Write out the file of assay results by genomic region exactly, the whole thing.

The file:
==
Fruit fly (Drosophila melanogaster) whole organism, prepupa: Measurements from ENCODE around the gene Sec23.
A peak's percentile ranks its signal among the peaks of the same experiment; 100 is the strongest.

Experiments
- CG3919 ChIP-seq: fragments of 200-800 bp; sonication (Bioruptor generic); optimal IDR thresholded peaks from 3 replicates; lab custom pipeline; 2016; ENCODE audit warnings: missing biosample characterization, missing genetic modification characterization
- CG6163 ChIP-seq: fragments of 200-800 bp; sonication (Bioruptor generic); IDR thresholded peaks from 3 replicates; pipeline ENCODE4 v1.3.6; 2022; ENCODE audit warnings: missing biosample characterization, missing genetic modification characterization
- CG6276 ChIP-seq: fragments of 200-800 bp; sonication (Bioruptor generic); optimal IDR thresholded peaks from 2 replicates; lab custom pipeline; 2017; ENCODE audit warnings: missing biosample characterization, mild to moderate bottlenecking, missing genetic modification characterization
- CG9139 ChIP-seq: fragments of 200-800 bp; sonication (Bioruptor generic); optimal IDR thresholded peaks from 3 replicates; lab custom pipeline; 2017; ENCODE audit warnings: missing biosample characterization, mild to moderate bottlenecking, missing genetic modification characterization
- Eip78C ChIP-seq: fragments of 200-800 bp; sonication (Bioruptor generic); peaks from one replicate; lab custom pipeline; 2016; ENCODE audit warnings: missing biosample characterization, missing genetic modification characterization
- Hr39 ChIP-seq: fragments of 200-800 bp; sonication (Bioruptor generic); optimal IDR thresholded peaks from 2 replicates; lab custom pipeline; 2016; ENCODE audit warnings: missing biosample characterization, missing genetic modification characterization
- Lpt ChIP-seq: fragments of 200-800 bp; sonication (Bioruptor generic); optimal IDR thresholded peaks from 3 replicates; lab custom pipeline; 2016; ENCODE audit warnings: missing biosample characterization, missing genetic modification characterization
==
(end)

Fruit fly (Drosophila melanogaster) whole organism, prepupa: Measurements from ENCODE around the gene Sec23.
A peak's percentile ranks its signal among the peaks of the same experiment; 100 is the strongest.

Experiments
- CG3919 ChIP-seq: fragments of 200-800 bp; sonication (Bioruptor generic); optimal IDR thresholded peaks from 3 replicates; lab custom pipeline; 2016; ENCODE audit warnings: missing biosample characterization, missing genetic modification characterization
- CG6163 ChIP-seq: fragments of 200-800 bp; sonication (Bioruptor generic); IDR thresholded peaks from 3 replicates; pipeline ENCODE4 v1.3.6; 2022; ENCODE audit warnings: missing biosample characterization, missing genetic modification characterization
- CG6276 ChIP-seq: fragments of 200-800 bp; sonication (Bioruptor generic); optimal IDR thresholded peaks from 2 replicates; lab custom pipeline; 2017; ENCODE audit warnings: missing biosample characterization, mild to moderate bottlenecking, missing genetic modification characterization
- CG9139 ChIP-seq: fragments of 200-800 bp; sonication (Bioruptor generic); optimal IDR thresholded peaks from 3 replicates; lab custom pipeline; 2017; ENCODE audit warnings: missing biosample characterization, mild to moderate bottlenecking, missing genetic modification characterization
- Eip78C ChIP-seq: fragments of 200-800 bp; sonication (Bioruptor generic); peaks from one replicate; lab custom pipeline; 2016; ENCODE audit warnings: missing biosample characterization, missing genetic modification characterization
- Hr39 ChIP-seq: fragments of 200-800 bp; sonication (Bioruptor generic); optimal IDR thresholded peaks from 2 replicates; lab custom pipeline; 2016; ENCODE audit warnings: missing biosample characterization, missing genetic modification characterization
- Lpt ChIP-seq: fragments of 200-800 bp; sonication (Bioruptor generic); optimal IDR thresholded peaks from 3 replicates; lab custom pipeline; 2016; ENCODE audit warnings: missing biosample characterization, missing genetic modification characterization